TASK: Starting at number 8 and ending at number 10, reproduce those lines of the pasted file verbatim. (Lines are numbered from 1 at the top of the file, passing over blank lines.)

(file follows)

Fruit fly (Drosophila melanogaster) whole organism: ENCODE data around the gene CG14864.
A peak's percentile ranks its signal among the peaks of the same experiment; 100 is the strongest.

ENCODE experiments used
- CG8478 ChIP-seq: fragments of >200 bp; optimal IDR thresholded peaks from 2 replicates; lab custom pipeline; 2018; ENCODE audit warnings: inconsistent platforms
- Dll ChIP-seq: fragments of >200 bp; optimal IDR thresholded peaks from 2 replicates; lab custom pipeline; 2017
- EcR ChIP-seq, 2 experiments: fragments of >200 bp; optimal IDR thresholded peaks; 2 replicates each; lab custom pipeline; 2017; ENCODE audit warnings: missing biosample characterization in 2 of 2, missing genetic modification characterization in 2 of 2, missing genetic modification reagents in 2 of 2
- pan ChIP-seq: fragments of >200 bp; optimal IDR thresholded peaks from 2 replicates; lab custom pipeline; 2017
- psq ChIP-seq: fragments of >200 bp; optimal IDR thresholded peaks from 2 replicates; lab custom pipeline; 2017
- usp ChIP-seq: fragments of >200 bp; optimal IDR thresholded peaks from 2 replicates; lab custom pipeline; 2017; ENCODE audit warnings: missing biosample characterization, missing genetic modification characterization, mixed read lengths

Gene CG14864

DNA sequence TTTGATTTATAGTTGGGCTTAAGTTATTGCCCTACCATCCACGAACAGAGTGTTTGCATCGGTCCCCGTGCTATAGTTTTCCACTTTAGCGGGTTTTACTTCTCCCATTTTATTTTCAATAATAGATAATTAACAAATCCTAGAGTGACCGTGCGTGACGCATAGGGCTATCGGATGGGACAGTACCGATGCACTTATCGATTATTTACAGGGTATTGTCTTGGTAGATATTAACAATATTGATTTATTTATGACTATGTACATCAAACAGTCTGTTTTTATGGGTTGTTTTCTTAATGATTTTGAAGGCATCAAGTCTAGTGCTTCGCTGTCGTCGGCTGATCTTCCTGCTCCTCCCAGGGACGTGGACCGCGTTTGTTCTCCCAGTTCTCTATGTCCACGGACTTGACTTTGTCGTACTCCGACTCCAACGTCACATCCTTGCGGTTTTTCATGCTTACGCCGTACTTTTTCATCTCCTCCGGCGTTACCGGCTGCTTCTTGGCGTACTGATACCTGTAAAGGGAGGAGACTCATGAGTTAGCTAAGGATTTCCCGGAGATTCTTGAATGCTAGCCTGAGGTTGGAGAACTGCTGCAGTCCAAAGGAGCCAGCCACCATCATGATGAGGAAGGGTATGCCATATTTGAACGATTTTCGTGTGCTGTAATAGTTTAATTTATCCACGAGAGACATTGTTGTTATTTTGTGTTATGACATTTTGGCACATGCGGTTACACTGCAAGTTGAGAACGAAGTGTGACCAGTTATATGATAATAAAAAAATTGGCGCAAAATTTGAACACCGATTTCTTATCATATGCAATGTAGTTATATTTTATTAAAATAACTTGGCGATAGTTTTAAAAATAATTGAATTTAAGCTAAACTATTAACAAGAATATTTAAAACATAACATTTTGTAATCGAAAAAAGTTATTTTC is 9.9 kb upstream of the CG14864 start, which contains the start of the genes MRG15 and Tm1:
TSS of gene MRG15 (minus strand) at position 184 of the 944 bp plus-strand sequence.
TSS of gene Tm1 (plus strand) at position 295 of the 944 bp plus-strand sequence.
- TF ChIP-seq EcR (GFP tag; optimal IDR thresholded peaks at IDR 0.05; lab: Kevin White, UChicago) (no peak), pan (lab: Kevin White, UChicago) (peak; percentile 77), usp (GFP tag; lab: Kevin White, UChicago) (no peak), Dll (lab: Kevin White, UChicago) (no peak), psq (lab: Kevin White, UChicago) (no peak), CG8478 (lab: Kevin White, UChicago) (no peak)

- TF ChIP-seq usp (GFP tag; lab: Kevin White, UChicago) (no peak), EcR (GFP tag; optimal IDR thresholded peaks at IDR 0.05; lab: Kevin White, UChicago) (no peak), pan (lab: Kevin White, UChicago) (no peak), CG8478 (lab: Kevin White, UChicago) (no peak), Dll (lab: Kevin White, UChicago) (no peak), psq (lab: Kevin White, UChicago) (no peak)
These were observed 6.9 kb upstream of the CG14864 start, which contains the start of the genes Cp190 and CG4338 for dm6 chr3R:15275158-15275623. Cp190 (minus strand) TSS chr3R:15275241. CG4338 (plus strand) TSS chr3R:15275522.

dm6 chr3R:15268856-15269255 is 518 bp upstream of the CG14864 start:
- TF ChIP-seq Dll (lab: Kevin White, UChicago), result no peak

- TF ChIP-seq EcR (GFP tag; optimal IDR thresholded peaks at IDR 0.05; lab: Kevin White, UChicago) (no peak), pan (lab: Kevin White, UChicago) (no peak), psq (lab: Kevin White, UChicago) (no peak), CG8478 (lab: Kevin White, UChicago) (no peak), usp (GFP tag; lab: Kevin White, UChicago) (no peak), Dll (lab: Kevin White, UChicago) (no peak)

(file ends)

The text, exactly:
- psq ChIP-seq: fragments of >200 bp; optimal IDR thresholded peaks from 2 replicates; lab custom pipeline; 2017
- usp ChIP-seq: fragments of >200 bp; optimal IDR thresholded peaks from 2 replicates; lab custom pipeline; 2017; ENCODE audit warnings: missing biosample characterization, missing genetic modification characterization, mixed read lengths

Gene CG14864